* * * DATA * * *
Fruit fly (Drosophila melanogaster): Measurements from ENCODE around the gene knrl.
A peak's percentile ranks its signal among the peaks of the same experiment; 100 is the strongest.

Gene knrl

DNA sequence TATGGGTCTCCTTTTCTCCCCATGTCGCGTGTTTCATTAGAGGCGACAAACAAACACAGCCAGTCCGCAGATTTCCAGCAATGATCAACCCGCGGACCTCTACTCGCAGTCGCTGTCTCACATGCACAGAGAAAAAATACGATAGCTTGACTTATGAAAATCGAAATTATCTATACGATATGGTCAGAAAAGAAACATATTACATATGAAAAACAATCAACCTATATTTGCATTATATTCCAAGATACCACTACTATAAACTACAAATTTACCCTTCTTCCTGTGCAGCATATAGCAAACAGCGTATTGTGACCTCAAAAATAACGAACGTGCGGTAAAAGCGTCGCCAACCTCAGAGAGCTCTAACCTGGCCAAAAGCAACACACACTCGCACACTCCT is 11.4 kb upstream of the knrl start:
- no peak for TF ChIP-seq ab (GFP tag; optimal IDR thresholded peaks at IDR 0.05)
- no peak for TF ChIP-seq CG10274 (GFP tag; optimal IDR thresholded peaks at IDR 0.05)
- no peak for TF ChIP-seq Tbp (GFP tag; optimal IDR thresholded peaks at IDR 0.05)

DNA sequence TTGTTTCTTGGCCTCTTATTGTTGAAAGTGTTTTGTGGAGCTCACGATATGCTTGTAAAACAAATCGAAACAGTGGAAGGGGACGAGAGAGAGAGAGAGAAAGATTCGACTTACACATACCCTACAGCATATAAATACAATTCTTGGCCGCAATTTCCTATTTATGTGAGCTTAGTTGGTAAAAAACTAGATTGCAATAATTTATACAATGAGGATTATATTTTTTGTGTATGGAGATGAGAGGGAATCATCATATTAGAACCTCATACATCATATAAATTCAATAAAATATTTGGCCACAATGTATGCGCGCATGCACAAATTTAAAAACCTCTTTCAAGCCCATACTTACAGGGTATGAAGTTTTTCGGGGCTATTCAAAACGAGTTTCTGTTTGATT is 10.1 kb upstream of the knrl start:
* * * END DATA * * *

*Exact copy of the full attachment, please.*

Fruit fly (Drosophila melanogaster): Measurements from ENCODE around the gene knrl.
A peak's percentile ranks its signal among the peaks of the same experiment; 100 is the strongest.

Gene knrl

DNA sequence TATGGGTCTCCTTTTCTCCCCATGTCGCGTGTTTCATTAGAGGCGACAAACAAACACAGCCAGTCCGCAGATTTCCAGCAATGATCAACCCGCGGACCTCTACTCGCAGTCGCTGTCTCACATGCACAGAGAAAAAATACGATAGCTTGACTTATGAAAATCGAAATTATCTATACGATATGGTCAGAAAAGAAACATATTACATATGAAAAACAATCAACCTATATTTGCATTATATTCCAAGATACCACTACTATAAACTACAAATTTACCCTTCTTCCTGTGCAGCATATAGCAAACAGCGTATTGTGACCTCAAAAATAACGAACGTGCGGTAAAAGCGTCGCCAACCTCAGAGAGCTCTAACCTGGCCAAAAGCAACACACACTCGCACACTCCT is 11.4 kb upstream of the knrl start:
- no peak for TF ChIP-seq ab (GFP tag; optimal IDR thresholded peaks at IDR 0.05)
- no peak for TF ChIP-seq CG10274 (GFP tag; optimal IDR thresholded peaks at IDR 0.05)
- no peak for TF ChIP-seq Tbp (GFP tag; optimal IDR thresholded peaks at IDR 0.05)

DNA sequence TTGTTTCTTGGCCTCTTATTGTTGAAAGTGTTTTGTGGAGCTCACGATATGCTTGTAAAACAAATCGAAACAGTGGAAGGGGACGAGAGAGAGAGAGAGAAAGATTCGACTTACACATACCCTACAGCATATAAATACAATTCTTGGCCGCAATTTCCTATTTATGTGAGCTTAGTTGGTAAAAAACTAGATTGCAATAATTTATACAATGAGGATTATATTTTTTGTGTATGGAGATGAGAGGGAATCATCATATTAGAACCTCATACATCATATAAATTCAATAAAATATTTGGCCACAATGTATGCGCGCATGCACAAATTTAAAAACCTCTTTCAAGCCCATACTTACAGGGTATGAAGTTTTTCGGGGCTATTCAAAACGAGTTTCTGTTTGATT is 10.1 kb upstream of the knrl start: